Top photo: Shotzy Harrison in 2013 with her father, James Flavy Coy Brown, at their StoryCorps recording in Winston-Salem, North Carolina.
Bottom photo: Shotzy Harrison in 2018 in Winston-Salem, North Carolina.

Originally aired March 15, 2019, on NPR’s Morning Edition.

A Man Recalls Being Shot by a White Supremacist at Jewish Day Camp

On the morning of August 10, 1999, a white supremacist opened fire with a semi-automatic weapon at a Jewish day camp in Los Angeles. Five were wounded, including six-year-old Josh Stepakoff, who was shot in his leg and hip, and one person was killed.

Now an adult, Josh sat down with his father, Alan, to remember that day.

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The shooter is serving two consecutive life sentences plus 110 years for multiple convictions. His actions were ruled a federal hate crime.

This story aired November 2, 2018 on NPR’s Morning Edition. A version also aired November 10, 2017 on the same program.

Bottom image: Josh and his father, Alan, in Washington D.C. for the Million Mom March rally in May 2000, the year after Josh was shot.

Best Friends and Vietnam-era Vets on Their Shared Sisterhood

Sue McConnell and Kristyn Weed are best friends and Vietnam-era veterans. Although they didn’t serve in the war together, they share a story of courage — on and off the battlefield.

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At StoryCorps, they talked about their other shared sisterhood.

Top photo: Sue McConnell (left) and Kristyn Weed at their StoryCorps interview in Tucson, Arizona. By Mia Warren for StoryCorps.
Bottom photo: Sue McConnell (left) and Kristyn Weed are regulars at Denny’s in Tucson, Arizona, where the best friends say they often talk for hours. Courtesy of Kristyn Weed.

A version of this story aired June 30, 2018, on NPR’s Weekend Edition Saturday. It was rebroadcast on August 17, 2018, on NPR’s Morning Edition.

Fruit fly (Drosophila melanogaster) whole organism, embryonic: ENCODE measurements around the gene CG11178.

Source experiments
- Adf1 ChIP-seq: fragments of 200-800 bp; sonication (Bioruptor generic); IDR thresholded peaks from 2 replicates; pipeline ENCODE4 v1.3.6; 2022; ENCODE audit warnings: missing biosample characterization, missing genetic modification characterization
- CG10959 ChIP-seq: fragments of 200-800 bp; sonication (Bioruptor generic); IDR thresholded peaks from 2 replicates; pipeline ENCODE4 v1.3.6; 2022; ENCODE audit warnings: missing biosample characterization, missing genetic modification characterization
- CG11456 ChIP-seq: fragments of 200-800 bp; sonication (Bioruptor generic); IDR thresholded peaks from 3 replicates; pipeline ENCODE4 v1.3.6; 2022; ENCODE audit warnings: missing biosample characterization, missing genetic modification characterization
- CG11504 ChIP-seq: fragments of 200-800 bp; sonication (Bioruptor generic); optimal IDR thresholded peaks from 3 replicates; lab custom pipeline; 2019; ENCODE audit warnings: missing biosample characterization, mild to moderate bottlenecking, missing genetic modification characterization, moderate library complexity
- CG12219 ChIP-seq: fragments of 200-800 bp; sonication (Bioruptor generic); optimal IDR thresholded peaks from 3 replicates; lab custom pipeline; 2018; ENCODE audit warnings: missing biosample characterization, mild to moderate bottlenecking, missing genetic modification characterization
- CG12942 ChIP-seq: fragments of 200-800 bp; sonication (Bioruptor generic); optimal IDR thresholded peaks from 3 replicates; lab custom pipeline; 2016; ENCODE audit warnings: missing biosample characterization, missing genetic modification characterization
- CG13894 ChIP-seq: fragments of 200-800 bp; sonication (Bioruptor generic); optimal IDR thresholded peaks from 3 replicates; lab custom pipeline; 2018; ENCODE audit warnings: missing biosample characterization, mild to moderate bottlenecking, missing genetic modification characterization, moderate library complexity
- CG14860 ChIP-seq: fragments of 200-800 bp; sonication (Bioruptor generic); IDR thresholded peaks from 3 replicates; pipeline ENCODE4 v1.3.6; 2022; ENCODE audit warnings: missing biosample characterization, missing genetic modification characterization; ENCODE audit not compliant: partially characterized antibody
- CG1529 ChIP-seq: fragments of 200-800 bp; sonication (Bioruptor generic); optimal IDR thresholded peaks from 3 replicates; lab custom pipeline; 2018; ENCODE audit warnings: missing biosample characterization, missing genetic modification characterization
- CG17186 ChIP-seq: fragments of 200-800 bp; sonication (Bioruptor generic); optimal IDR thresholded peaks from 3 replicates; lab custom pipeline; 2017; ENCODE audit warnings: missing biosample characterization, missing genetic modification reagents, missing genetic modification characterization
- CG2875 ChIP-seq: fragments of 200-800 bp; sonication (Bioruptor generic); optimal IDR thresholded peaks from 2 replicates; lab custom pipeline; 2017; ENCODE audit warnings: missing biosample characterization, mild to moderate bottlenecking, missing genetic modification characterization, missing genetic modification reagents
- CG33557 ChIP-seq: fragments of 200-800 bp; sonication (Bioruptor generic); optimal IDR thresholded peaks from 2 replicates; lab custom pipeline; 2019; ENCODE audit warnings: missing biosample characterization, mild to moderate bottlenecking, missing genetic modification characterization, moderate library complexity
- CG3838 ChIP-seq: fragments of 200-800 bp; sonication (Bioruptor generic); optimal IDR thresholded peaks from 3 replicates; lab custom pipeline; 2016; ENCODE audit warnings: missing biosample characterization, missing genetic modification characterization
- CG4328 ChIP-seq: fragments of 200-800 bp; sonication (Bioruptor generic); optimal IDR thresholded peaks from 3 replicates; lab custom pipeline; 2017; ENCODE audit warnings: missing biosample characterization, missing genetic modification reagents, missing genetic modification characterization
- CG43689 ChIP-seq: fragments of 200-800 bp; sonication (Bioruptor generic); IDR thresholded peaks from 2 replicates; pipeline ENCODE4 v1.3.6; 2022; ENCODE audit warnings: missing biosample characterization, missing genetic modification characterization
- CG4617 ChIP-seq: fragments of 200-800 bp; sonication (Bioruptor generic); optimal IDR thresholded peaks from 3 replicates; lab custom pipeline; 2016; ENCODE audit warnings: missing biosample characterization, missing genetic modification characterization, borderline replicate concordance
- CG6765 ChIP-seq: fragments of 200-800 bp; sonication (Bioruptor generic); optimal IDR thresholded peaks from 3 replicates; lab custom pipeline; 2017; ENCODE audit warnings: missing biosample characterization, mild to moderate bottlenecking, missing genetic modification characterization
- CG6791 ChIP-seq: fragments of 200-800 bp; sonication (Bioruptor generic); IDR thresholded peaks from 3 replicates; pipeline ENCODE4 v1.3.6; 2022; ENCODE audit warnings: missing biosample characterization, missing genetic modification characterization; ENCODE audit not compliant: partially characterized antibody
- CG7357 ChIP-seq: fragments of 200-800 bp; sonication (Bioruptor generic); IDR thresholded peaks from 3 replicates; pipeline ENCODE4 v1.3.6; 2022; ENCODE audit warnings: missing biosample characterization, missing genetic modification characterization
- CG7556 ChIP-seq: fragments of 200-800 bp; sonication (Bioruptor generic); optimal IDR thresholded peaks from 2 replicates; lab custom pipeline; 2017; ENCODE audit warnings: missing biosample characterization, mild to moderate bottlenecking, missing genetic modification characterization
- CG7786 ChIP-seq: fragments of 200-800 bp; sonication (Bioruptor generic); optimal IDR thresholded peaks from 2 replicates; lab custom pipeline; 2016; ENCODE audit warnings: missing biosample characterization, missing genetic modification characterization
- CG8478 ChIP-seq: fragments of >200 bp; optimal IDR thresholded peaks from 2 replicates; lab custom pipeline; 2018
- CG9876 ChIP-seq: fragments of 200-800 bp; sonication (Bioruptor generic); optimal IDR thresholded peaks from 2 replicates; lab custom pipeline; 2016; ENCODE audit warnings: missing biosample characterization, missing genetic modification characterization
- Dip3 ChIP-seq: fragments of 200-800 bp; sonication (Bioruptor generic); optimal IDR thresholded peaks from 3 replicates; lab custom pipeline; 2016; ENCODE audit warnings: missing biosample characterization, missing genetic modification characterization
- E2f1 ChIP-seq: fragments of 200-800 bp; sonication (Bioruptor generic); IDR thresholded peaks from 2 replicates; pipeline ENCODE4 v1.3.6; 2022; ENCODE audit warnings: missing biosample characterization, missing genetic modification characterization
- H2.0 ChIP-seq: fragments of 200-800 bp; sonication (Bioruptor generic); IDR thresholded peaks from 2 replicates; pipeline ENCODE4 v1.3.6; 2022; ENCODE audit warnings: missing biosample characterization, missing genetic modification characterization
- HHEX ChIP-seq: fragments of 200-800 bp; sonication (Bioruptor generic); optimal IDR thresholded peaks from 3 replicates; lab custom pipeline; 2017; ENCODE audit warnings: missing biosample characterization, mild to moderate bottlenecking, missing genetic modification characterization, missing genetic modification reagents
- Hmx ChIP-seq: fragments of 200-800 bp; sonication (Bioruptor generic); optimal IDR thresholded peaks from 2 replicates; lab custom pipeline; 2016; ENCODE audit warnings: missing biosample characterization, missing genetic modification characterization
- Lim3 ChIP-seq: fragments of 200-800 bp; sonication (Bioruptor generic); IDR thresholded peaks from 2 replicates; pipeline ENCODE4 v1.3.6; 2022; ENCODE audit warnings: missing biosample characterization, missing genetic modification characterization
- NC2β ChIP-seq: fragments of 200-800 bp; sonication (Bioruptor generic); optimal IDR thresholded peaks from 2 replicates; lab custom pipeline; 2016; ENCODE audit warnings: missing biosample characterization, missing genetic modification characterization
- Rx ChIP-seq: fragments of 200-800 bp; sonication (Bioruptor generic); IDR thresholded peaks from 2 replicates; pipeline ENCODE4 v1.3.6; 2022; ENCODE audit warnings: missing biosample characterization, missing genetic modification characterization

A Father-Daughter Beatboxing Duo on Making Music

Ed Cage and Nicole Paris are a father-daughter beatboxing duo.

Back during the 1980s, Ed immersed himself in the St. Louis hip hop scene and fell in love with beatboxing. Fast-forward a couple decades and that love is now firmly planted in 26-year-old Nicole as well.

At StoryCorps, they talk about how it all began.

Top photo: Ed Cage and Nicole Paris at StoryCorps. Today, the beatboxing duo travels the world performing on stage together.

Originally aired July 13, 2018, on NPR’s Morning Edition.

A Wife Remembers Her Husband and the Stress of Family Farming

Springtime is planting season on farms all across the country. The stress of the season can take its toll: farmers have one of the highest suicide rates of any profession in the United States.

For more than 35 years, Matt Peters grew corn and soybeans on the Iowa farm that his father and grandfather farmed before him. Then in May of 2011, at the age of 55, he took his own life.

His wife, Ginnie Peters, came to StoryCorps to remember him. She spoke with Trent Andrews, the man who took over the farm after her husband’s death.

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Today, Ginnie lives a few miles away from the farm where she and Matt made their life together. Now and then she returns to visit Trent and his family, who continue to work the 1,500-acre farm.

Top photo: Trent Andrews and Ginnie Peters at their StoryCorps interview in Des Moines, Iowa, on April 19, 2018.

Bottom photo: Ginnie Peters and Matt Peters on vacation in February of 2011. Courtesy of Ginnie Peters.

If you or someone you know is feeling suicidal or just needs someone to talk to, call the National Suicide Prevention Lifeline at 1-800-273-8255.

Originally aired May 18, 2018, on NPR’s Morning Edition.